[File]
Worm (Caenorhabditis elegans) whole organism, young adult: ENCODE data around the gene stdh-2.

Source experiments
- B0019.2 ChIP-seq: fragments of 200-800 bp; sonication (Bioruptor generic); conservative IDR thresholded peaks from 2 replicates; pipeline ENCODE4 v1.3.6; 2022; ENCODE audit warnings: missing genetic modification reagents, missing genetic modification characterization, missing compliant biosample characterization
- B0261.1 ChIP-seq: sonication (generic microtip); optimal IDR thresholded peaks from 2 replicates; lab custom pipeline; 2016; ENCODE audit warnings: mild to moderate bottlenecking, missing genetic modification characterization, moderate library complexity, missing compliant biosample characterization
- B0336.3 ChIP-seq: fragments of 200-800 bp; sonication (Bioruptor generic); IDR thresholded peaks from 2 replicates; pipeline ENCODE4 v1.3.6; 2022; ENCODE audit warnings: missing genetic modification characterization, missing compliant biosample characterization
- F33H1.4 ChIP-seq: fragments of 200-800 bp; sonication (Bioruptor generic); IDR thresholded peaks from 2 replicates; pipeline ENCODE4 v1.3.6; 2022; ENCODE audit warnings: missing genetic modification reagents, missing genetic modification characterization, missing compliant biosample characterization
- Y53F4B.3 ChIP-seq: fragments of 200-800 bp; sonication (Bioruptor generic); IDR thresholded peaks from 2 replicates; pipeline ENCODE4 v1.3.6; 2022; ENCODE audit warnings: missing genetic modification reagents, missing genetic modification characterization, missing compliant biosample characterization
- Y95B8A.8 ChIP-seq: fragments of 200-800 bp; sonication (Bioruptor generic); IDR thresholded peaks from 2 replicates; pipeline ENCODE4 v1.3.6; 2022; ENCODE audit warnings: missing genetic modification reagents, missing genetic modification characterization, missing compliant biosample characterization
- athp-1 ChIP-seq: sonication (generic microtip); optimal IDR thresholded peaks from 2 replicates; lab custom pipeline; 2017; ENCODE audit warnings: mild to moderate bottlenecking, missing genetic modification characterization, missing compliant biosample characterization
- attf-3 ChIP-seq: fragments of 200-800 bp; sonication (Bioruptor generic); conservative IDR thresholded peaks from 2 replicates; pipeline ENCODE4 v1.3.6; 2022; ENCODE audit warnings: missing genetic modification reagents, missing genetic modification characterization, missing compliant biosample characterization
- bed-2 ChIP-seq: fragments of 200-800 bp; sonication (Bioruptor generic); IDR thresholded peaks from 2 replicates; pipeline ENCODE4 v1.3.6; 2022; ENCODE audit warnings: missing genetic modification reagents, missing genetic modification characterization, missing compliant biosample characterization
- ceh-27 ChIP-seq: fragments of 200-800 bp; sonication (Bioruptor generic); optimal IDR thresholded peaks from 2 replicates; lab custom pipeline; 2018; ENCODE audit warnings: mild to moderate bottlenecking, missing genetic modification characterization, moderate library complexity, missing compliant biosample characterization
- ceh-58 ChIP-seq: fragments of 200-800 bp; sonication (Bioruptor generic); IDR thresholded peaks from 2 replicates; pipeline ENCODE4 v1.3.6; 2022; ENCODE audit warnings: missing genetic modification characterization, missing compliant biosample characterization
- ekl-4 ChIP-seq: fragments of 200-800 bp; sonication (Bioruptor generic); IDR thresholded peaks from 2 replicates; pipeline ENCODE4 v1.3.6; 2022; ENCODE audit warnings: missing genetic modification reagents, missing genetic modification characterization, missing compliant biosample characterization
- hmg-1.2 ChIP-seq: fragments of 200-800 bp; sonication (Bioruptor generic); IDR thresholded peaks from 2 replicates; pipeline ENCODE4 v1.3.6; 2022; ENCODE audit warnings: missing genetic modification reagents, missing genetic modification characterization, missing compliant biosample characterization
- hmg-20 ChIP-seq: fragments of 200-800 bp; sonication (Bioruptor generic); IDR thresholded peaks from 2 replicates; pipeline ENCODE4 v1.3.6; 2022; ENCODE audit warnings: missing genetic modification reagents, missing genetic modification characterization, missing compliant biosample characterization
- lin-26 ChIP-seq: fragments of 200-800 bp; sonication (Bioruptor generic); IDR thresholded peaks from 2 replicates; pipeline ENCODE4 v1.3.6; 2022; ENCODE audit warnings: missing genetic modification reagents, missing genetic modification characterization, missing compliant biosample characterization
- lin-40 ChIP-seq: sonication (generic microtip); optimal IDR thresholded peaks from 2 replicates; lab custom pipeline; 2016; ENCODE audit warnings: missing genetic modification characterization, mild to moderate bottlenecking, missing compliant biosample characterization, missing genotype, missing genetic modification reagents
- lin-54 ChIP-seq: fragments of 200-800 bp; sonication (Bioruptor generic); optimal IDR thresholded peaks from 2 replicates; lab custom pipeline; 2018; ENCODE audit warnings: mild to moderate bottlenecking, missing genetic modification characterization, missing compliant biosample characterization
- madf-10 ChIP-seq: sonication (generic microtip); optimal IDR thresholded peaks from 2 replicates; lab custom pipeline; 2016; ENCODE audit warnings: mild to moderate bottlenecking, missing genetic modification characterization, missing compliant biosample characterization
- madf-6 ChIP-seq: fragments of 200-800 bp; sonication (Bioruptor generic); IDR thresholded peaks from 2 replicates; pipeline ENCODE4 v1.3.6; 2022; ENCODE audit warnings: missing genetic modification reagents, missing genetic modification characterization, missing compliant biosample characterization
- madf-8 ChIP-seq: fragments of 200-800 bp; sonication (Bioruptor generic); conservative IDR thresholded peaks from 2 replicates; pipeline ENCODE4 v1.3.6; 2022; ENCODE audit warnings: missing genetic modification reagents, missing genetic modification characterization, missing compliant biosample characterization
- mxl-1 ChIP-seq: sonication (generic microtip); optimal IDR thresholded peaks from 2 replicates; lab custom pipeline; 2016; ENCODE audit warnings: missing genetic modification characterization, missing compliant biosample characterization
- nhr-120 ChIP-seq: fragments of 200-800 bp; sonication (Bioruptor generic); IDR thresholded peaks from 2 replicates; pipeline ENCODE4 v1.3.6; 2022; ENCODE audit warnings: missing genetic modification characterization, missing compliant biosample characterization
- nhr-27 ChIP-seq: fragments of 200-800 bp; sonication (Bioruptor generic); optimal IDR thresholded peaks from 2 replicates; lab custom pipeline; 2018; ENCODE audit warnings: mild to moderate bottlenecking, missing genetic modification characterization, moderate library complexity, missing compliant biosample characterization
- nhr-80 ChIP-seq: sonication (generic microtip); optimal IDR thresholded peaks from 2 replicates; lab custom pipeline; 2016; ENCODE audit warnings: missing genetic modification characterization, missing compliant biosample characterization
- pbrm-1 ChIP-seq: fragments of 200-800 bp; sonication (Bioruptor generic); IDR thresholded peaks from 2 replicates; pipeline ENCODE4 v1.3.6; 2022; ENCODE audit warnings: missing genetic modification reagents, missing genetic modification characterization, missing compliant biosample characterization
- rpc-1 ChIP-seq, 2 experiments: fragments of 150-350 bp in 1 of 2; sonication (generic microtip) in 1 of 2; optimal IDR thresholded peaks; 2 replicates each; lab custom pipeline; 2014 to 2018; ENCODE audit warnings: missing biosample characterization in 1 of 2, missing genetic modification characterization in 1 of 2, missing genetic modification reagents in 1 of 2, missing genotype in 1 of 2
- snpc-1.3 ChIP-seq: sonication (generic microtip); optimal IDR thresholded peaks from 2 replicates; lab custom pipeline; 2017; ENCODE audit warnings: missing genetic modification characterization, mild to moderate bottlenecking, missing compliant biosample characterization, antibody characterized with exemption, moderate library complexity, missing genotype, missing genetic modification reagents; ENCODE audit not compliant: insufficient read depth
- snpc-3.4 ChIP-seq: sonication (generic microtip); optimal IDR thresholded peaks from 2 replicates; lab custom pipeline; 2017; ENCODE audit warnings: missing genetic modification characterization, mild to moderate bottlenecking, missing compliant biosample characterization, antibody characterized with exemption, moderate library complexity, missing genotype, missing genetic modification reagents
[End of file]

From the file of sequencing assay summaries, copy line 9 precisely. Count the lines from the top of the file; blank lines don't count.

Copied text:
- athp-1 ChIP-seq: sonication (generic microtip); optimal IDR thresholded peaks from 2 replicates; lab custom pipeline; 2017; ENCODE audit warnings: mild to moderate bottlenecking, missing genetic modification characterization, missing compliant biosample characterization